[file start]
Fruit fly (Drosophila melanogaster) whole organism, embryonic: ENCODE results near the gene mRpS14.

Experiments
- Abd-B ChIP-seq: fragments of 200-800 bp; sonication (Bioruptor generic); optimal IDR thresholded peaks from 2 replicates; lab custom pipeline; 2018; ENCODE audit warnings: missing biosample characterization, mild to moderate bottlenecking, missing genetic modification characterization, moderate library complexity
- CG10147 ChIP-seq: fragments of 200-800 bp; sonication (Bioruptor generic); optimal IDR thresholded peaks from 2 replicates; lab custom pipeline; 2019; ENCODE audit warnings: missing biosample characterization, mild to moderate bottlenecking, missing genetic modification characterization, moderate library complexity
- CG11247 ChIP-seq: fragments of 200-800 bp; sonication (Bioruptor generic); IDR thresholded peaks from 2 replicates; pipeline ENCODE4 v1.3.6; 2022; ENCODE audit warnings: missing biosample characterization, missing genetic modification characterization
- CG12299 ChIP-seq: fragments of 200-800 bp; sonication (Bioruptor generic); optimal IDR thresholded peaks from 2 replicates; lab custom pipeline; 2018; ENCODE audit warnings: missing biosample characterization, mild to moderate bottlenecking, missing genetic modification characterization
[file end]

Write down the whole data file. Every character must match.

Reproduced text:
Fruit fly (Drosophila melanogaster) whole organism, embryonic: ENCODE results near the gene mRpS14.

Experiments
- Abd-B ChIP-seq: fragments of 200-800 bp; sonication (Bioruptor generic); optimal IDR thresholded peaks from 2 replicates; lab custom pipeline; 2018; ENCODE audit warnings: missing biosample characterization, mild to moderate bottlenecking, missing genetic modification characterization, moderate library complexity
- CG10147 ChIP-seq: fragments of 200-800 bp; sonication (Bioruptor generic); optimal IDR thresholded peaks from 2 replicates; lab custom pipeline; 2019; ENCODE audit warnings: missing biosample characterization, mild to moderate bottlenecking, missing genetic modification characterization, moderate library complexity
- CG11247 ChIP-seq: fragments of 200-800 bp; sonication (Bioruptor generic); IDR thresholded peaks from 2 replicates; pipeline ENCODE4 v1.3.6; 2022; ENCODE audit warnings: missing biosample characterization, missing genetic modification characterization
- CG12299 ChIP-seq: fragments of 200-800 bp; sonication (Bioruptor generic); optimal IDR thresholded peaks from 2 replicates; lab custom pipeline; 2018; ENCODE audit warnings: missing biosample characterization, mild to moderate bottlenecking, missing genetic modification characterization